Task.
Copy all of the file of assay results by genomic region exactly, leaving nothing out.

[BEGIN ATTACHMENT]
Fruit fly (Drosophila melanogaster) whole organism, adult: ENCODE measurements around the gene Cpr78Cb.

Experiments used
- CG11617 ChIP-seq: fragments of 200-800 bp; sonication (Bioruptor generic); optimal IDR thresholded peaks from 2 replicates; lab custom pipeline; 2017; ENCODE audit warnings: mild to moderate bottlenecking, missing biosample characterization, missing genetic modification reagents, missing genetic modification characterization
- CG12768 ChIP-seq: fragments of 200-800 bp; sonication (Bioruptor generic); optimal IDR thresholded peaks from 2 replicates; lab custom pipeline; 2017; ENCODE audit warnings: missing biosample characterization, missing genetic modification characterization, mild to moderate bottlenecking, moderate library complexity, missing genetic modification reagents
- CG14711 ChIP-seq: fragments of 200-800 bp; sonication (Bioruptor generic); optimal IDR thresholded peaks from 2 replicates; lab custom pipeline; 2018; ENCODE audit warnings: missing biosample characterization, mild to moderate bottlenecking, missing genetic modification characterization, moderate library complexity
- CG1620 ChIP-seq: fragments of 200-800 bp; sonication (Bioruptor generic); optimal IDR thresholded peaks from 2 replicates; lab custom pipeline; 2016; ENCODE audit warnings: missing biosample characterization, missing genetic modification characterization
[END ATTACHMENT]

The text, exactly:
Fruit fly (Drosophila melanogaster) whole organism, adult: ENCODE measurements around the gene Cpr78Cb.

Experiments used
- CG11617 ChIP-seq: fragments of 200-800 bp; sonication (Bioruptor generic); optimal IDR thresholded peaks from 2 replicates; lab custom pipeline; 2017; ENCODE audit warnings: mild to moderate bottlenecking, missing biosample characterization, missing genetic modification reagents, missing genetic modification characterization
- CG12768 ChIP-seq: fragments of 200-800 bp; sonication (Bioruptor generic); optimal IDR thresholded peaks from 2 replicates; lab custom pipeline; 2017; ENCODE audit warnings: missing biosample characterization, missing genetic modification characterization, mild to moderate bottlenecking, moderate library complexity, missing genetic modification reagents
- CG14711 ChIP-seq: fragments of 200-800 bp; sonication (Bioruptor generic); optimal IDR thresholded peaks from 2 replicates; lab custom pipeline; 2018; ENCODE audit warnings: missing biosample characterization, mild to moderate bottlenecking, missing genetic modification characterization, moderate library complexity
- CG1620 ChIP-seq: fragments of 200-800 bp; sonication (Bioruptor generic); optimal IDR thresholded peaks from 2 replicates; lab custom pipeline; 2016; ENCODE audit warnings: missing biosample characterization, missing genetic modification characterization